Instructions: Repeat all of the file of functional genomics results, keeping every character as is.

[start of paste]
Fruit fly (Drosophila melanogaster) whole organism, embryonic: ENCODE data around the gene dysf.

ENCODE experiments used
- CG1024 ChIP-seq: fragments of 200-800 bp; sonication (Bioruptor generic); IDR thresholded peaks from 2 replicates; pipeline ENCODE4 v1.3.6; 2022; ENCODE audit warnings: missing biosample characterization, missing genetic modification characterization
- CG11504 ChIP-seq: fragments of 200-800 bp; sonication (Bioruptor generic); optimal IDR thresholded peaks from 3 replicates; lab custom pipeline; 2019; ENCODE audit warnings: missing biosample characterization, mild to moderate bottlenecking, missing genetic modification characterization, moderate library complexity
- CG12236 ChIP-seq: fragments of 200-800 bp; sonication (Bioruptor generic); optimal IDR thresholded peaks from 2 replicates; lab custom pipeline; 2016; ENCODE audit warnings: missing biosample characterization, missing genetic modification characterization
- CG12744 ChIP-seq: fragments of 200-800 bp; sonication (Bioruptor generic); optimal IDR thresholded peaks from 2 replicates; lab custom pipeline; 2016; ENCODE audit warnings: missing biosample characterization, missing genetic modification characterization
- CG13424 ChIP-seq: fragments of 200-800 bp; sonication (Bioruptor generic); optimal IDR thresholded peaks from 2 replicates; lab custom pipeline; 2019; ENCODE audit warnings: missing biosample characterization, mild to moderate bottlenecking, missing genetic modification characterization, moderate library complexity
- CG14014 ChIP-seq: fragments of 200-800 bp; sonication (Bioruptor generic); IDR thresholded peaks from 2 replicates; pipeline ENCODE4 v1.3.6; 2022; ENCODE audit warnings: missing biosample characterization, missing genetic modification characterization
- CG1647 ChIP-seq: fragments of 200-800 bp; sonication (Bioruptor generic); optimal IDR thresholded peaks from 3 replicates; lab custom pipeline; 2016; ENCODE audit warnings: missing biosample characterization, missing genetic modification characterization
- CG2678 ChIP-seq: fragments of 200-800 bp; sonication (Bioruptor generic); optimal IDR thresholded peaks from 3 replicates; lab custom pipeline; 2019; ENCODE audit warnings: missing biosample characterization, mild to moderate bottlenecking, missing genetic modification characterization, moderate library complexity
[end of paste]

Fruit fly (Drosophila melanogaster) whole organism, embryonic: ENCODE data around the gene dysf.

ENCODE experiments used
- CG1024 ChIP-seq: fragments of 200-800 bp; sonication (Bioruptor generic); IDR thresholded peaks from 2 replicates; pipeline ENCODE4 v1.3.6; 2022; ENCODE audit warnings: missing biosample characterization, missing genetic modification characterization
- CG11504 ChIP-seq: fragments of 200-800 bp; sonication (Bioruptor generic); optimal IDR thresholded peaks from 3 replicates; lab custom pipeline; 2019; ENCODE audit warnings: missing biosample characterization, mild to moderate bottlenecking, missing genetic modification characterization, moderate library complexity
- CG12236 ChIP-seq: fragments of 200-800 bp; sonication (Bioruptor generic); optimal IDR thresholded peaks from 2 replicates; lab custom pipeline; 2016; ENCODE audit warnings: missing biosample characterization, missing genetic modification characterization
- CG12744 ChIP-seq: fragments of 200-800 bp; sonication (Bioruptor generic); optimal IDR thresholded peaks from 2 replicates; lab custom pipeline; 2016; ENCODE audit warnings: missing biosample characterization, missing genetic modification characterization
- CG13424 ChIP-seq: fragments of 200-800 bp; sonication (Bioruptor generic); optimal IDR thresholded peaks from 2 replicates; lab custom pipeline; 2019; ENCODE audit warnings: missing biosample characterization, mild to moderate bottlenecking, missing genetic modification characterization, moderate library complexity
- CG14014 ChIP-seq: fragments of 200-800 bp; sonication (Bioruptor generic); IDR thresholded peaks from 2 replicates; pipeline ENCODE4 v1.3.6; 2022; ENCODE audit warnings: missing biosample characterization, missing genetic modification characterization
- CG1647 ChIP-seq: fragments of 200-800 bp; sonication (Bioruptor generic); optimal IDR thresholded peaks from 3 replicates; lab custom pipeline; 2016; ENCODE audit warnings: missing biosample characterization, missing genetic modification characterization
- CG2678 ChIP-seq: fragments of 200-800 bp; sonication (Bioruptor generic); optimal IDR thresholded peaks from 3 replicates; lab custom pipeline; 2019; ENCODE audit warnings: missing biosample characterization, mild to moderate bottlenecking, missing genetic modification characterization, moderate library complexity